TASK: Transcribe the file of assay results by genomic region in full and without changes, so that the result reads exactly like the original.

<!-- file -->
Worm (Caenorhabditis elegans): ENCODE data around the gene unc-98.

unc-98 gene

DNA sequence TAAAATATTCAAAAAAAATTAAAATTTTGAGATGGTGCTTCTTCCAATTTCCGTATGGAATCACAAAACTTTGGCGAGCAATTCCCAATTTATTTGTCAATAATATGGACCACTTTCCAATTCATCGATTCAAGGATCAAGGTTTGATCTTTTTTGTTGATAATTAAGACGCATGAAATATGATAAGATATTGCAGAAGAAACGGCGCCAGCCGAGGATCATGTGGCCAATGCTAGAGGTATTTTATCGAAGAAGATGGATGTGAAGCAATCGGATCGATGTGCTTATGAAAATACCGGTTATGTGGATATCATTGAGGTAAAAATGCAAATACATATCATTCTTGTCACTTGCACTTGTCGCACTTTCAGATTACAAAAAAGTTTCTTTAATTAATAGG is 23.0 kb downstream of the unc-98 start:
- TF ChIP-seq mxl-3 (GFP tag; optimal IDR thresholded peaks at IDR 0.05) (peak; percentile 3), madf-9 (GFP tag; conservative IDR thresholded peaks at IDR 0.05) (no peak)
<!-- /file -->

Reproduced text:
Worm (Caenorhabditis elegans): ENCODE data around the gene unc-98.

unc-98 gene

DNA sequence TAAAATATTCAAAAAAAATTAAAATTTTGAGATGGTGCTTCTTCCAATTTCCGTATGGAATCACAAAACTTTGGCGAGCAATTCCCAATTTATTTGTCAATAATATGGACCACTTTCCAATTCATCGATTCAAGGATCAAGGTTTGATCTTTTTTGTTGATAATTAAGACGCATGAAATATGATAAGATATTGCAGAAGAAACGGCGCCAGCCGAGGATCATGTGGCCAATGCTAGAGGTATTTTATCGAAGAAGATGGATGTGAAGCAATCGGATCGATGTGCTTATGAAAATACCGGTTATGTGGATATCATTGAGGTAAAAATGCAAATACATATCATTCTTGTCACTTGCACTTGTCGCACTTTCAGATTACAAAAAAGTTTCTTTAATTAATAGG is 23.0 kb downstream of the unc-98 start:
- TF ChIP-seq mxl-3 (GFP tag; optimal IDR thresholded peaks at IDR 0.05) (peak; percentile 3), madf-9 (GFP tag; conservative IDR thresholded peaks at IDR 0.05) (no peak)